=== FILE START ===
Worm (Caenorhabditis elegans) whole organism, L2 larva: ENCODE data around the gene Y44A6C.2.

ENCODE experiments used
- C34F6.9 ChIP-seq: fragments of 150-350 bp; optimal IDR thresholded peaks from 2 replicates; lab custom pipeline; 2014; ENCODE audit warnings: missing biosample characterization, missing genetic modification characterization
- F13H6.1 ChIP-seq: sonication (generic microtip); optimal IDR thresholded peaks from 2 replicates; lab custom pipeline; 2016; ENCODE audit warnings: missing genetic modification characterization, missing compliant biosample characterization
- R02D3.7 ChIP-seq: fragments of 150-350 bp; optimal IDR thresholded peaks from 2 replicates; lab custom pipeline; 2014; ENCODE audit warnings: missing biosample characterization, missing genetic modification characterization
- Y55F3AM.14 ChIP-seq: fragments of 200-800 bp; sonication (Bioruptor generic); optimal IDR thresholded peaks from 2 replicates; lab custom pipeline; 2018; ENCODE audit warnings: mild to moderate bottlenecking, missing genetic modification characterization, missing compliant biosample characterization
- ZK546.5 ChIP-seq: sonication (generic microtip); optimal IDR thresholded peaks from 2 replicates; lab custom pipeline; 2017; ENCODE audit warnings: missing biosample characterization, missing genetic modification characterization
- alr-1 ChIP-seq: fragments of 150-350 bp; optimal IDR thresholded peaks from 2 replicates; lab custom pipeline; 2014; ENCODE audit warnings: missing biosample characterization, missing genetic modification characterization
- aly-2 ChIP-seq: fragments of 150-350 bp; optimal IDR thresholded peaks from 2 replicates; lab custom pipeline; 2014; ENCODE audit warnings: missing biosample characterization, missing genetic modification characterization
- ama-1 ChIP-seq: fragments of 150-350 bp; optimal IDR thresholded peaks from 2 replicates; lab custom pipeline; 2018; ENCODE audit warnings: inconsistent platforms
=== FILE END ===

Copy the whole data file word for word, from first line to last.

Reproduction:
Worm (Caenorhabditis elegans) whole organism, L2 larva: ENCODE data around the gene Y44A6C.2.

ENCODE experiments used
- C34F6.9 ChIP-seq: fragments of 150-350 bp; optimal IDR thresholded peaks from 2 replicates; lab custom pipeline; 2014; ENCODE audit warnings: missing biosample characterization, missing genetic modification characterization
- F13H6.1 ChIP-seq: sonication (generic microtip); optimal IDR thresholded peaks from 2 replicates; lab custom pipeline; 2016; ENCODE audit warnings: missing genetic modification characterization, missing compliant biosample characterization
- R02D3.7 ChIP-seq: fragments of 150-350 bp; optimal IDR thresholded peaks from 2 replicates; lab custom pipeline; 2014; ENCODE audit warnings: missing biosample characterization, missing genetic modification characterization
- Y55F3AM.14 ChIP-seq: fragments of 200-800 bp; sonication (Bioruptor generic); optimal IDR thresholded peaks from 2 replicates; lab custom pipeline; 2018; ENCODE audit warnings: mild to moderate bottlenecking, missing genetic modification characterization, missing compliant biosample characterization
- ZK546.5 ChIP-seq: sonication (generic microtip); optimal IDR thresholded peaks from 2 replicates; lab custom pipeline; 2017; ENCODE audit warnings: missing biosample characterization, missing genetic modification characterization
- alr-1 ChIP-seq: fragments of 150-350 bp; optimal IDR thresholded peaks from 2 replicates; lab custom pipeline; 2014; ENCODE audit warnings: missing biosample characterization, missing genetic modification characterization
- aly-2 ChIP-seq: fragments of 150-350 bp; optimal IDR thresholded peaks from 2 replicates; lab custom pipeline; 2014; ENCODE audit warnings: missing biosample characterization, missing genetic modification characterization
- ama-1 ChIP-seq: fragments of 150-350 bp; optimal IDR thresholded peaks from 2 replicates; lab custom pipeline; 2018; ENCODE audit warnings: inconsistent platforms